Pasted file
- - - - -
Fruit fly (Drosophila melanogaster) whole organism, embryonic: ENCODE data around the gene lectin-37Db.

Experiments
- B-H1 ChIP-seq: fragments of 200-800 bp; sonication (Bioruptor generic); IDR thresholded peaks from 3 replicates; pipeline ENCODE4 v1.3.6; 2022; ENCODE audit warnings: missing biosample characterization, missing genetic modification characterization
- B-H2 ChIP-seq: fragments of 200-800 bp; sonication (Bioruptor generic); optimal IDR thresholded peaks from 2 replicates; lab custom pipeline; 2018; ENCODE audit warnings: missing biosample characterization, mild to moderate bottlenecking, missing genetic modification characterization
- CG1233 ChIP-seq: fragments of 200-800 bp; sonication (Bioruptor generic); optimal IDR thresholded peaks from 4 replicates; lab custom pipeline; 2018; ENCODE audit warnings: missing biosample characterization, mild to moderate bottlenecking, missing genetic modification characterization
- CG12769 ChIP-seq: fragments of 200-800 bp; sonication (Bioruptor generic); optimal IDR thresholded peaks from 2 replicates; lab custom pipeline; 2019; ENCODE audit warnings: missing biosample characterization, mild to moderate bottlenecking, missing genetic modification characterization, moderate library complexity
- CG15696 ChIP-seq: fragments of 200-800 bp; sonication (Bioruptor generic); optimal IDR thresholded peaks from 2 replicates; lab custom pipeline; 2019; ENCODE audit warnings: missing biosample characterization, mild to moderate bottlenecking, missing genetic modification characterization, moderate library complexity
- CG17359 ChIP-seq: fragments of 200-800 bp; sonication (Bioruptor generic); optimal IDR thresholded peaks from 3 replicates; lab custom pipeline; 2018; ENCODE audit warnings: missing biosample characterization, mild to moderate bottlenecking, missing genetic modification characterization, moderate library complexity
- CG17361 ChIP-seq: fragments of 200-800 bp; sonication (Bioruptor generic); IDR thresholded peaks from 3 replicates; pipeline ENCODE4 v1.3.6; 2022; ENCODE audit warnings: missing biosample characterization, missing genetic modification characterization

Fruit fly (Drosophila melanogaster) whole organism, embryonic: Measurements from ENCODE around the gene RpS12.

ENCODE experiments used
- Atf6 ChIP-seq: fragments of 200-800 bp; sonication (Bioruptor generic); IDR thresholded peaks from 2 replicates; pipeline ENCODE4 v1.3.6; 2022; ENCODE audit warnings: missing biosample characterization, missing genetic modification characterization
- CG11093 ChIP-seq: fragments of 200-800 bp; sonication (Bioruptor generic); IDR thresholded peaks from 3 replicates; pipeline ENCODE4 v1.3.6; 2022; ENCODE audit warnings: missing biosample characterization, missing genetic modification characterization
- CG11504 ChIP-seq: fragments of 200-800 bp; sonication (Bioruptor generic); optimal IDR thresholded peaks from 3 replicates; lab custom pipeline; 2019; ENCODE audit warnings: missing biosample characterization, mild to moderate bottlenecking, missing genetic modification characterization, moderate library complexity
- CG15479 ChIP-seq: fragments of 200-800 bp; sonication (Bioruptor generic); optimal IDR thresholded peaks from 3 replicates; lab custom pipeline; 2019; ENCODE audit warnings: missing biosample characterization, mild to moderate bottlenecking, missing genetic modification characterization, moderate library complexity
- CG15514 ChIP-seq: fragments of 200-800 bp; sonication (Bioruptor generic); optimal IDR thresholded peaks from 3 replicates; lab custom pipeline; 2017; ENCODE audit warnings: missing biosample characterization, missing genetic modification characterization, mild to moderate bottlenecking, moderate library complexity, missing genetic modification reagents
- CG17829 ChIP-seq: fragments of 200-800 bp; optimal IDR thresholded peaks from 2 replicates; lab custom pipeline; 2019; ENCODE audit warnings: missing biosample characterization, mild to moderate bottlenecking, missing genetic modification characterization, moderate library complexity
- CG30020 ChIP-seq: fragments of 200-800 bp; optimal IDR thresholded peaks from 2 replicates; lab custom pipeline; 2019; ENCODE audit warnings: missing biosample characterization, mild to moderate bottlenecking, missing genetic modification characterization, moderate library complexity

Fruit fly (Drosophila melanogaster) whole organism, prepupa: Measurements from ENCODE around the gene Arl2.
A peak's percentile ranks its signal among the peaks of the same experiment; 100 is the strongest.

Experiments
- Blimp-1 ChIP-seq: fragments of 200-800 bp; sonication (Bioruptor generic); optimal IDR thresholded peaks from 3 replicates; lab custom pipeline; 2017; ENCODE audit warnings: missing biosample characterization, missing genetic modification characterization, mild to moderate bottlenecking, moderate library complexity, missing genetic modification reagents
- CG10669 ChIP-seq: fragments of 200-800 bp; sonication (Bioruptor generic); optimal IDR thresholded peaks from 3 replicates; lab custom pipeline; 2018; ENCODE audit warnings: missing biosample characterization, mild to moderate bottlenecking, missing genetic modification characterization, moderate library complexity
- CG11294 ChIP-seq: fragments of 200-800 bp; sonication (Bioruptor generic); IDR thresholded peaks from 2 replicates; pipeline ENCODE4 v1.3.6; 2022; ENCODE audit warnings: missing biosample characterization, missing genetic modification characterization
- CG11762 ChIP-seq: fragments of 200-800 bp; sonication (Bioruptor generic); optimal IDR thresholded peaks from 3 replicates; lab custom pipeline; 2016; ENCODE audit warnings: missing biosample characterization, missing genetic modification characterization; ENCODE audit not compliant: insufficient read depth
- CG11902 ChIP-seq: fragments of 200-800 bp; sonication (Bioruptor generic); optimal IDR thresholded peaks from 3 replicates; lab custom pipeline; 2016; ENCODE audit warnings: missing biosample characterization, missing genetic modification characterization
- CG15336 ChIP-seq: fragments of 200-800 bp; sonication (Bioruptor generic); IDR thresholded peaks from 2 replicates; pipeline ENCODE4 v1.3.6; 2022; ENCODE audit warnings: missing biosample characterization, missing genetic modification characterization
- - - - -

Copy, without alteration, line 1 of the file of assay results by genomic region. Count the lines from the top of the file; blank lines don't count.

Fruit fly (Drosophila melanogaster) whole organism, embryonic: ENCODE data around the gene lectin-37Db.